Kettlebell swings work everything from your core, to your shoulders, your quads, your hamstrings, your glutes (a.k.a. butt muscles), and your back.

Kettlebells are a perfect match for interval training, and the constant acceleration of your breathing and heart rate during HIIT will no doubt boost your anaerobic capacity.

Muscle group: Combined


1. Begin in a lowered squat position, standing with your feet 6–12 inches outside of shoulder width on either side, each foot pointed slightly outward. Make sure to keep your shoulders pulled back (retracted) and down to avoid rounding your back.

2. Brushing your arms on your inner thighs, forcefully extend the knees and hips to accelerate the kettlebell up. Keep your arms straight while you project the kettlebell up and away from the body.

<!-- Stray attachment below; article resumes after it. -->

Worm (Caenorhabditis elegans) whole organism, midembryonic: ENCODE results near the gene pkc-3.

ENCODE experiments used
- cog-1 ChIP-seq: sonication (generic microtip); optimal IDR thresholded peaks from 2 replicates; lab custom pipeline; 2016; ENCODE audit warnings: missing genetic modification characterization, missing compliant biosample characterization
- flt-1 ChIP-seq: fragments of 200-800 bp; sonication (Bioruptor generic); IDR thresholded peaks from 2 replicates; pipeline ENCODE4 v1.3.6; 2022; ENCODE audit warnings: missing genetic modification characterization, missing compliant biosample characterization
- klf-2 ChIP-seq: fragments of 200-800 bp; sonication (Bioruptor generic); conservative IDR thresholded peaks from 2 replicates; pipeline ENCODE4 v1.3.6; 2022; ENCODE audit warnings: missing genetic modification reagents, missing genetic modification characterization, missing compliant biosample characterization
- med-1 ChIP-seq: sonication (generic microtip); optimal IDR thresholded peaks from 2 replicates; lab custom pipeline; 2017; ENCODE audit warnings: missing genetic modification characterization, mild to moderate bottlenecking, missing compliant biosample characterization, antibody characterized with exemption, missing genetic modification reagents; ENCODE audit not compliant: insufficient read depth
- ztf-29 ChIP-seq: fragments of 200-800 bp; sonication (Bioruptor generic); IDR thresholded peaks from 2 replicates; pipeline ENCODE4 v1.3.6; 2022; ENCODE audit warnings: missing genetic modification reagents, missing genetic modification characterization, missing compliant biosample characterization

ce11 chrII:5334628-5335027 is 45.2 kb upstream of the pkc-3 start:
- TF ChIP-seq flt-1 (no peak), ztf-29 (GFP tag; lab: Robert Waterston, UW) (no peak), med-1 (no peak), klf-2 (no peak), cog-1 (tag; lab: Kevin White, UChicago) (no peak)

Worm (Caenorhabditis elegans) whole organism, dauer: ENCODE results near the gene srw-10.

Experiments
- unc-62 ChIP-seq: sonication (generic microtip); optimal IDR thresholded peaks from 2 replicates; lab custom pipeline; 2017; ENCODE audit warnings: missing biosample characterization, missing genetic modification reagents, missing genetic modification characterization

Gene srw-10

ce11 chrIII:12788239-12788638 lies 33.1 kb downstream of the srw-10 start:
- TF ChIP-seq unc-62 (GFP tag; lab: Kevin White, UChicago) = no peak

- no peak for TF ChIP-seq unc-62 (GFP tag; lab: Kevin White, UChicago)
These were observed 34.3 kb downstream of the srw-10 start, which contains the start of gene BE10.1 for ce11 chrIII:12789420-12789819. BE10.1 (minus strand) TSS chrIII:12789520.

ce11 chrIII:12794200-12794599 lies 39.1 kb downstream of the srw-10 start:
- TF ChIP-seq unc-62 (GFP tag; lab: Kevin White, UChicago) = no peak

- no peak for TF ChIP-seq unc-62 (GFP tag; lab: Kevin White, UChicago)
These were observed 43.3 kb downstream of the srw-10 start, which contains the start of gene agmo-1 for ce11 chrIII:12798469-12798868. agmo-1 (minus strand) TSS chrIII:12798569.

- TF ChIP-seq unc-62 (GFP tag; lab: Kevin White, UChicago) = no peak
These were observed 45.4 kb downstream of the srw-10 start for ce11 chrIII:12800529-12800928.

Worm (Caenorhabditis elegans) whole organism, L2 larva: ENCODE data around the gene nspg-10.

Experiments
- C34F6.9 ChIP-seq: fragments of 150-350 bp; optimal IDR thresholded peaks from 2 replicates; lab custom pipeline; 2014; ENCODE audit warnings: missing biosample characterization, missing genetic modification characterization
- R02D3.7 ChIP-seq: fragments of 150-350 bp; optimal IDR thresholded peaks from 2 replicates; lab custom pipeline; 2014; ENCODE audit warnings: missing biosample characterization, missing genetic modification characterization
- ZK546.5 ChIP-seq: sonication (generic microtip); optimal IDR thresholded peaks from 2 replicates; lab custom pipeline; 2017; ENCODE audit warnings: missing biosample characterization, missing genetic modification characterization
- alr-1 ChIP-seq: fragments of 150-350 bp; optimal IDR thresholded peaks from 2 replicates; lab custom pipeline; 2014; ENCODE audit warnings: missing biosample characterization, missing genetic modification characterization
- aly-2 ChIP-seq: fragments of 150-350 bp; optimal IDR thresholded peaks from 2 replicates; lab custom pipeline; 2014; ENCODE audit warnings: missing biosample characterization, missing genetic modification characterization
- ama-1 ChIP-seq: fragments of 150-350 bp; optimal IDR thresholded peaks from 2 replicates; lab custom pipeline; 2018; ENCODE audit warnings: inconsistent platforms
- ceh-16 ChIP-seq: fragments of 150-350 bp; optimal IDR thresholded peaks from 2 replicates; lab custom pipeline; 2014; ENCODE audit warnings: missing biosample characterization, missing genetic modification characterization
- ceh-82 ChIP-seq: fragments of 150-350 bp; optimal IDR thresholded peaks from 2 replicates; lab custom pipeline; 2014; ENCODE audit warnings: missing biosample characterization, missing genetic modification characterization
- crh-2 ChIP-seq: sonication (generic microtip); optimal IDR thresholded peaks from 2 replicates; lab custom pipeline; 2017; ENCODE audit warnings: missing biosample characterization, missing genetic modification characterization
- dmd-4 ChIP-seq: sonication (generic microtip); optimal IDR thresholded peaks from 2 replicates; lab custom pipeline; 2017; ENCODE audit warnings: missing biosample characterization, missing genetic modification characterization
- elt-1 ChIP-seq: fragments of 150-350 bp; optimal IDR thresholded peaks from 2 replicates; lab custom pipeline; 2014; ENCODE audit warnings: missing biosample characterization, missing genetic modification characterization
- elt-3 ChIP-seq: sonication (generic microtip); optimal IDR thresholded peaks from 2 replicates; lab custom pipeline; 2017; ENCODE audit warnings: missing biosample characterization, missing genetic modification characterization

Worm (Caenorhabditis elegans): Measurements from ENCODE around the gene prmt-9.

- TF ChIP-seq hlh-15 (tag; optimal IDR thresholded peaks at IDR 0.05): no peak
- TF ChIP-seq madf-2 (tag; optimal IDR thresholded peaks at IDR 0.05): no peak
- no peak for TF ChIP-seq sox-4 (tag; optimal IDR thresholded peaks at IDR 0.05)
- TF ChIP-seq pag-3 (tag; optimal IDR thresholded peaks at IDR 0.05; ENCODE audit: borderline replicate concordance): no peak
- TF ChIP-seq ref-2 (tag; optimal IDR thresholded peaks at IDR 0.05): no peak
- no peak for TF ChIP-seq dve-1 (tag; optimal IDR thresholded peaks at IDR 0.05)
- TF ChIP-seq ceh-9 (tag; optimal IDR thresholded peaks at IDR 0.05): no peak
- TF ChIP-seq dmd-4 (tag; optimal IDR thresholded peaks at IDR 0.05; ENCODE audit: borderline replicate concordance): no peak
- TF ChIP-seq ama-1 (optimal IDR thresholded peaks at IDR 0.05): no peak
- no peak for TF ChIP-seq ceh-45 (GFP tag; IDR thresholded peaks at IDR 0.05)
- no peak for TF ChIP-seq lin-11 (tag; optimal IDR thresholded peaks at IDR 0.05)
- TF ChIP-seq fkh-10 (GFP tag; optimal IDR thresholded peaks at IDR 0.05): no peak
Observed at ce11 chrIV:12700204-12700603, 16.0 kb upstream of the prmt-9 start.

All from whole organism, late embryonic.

3. At the top position, the kettlebell should be nearly straight above your head and slightly facing slightly forward (there is some contention on this; some people say the kettlebell should be facing completely skyward, but I was always taught to have it point slightly forward so if for some reason you loose control, it would fall in front of you, not behind you).

4. Absorb the kettlebell weight as it follows the same path back to the starting position. Make sure to keep your arms straight the entire time.


To properly do a kettlebell swing, you’ll need to do a powerful hip thrust using your glutes and hamstring muscles. In traditional weight lifting, these muscles, along with your lower back, are known as your “power zone” since they’re involved in virtually all forms of lifting, running and jumping movements

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